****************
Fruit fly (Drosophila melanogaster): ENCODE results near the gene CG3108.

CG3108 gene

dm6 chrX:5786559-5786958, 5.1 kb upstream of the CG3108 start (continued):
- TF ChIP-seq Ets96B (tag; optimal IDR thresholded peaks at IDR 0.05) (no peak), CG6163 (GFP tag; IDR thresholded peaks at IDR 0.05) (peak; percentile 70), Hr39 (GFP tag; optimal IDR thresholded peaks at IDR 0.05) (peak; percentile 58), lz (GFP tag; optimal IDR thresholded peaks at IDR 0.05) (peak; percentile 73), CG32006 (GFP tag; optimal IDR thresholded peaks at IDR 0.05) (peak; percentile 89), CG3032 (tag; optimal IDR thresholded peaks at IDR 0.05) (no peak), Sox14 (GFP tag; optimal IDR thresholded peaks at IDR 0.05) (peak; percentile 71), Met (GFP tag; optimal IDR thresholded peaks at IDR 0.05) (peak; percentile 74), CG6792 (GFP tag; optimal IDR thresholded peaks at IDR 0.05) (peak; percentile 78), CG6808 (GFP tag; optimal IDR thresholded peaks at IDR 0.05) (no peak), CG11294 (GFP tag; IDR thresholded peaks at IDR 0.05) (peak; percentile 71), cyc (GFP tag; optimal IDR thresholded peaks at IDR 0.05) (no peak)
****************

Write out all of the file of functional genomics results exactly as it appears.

Fruit fly (Drosophila melanogaster): ENCODE results near the gene CG3108.

CG3108 gene

dm6 chrX:5786559-5786958, 5.1 kb upstream of the CG3108 start (continued):
- TF ChIP-seq Ets96B (tag; optimal IDR thresholded peaks at IDR 0.05) (no peak), CG6163 (GFP tag; IDR thresholded peaks at IDR 0.05) (peak; percentile 70), Hr39 (GFP tag; optimal IDR thresholded peaks at IDR 0.05) (peak; percentile 58), lz (GFP tag; optimal IDR thresholded peaks at IDR 0.05) (peak; percentile 73), CG32006 (GFP tag; optimal IDR thresholded peaks at IDR 0.05) (peak; percentile 89), CG3032 (tag; optimal IDR thresholded peaks at IDR 0.05) (no peak), Sox14 (GFP tag; optimal IDR thresholded peaks at IDR 0.05) (peak; percentile 71), Met (GFP tag; optimal IDR thresholded peaks at IDR 0.05) (peak; percentile 74), CG6792 (GFP tag; optimal IDR thresholded peaks at IDR 0.05) (peak; percentile 78), CG6808 (GFP tag; optimal IDR thresholded peaks at IDR 0.05) (no peak), CG11294 (GFP tag; IDR thresholded peaks at IDR 0.05) (peak; percentile 71), cyc (GFP tag; optimal IDR thresholded peaks at IDR 0.05) (no peak)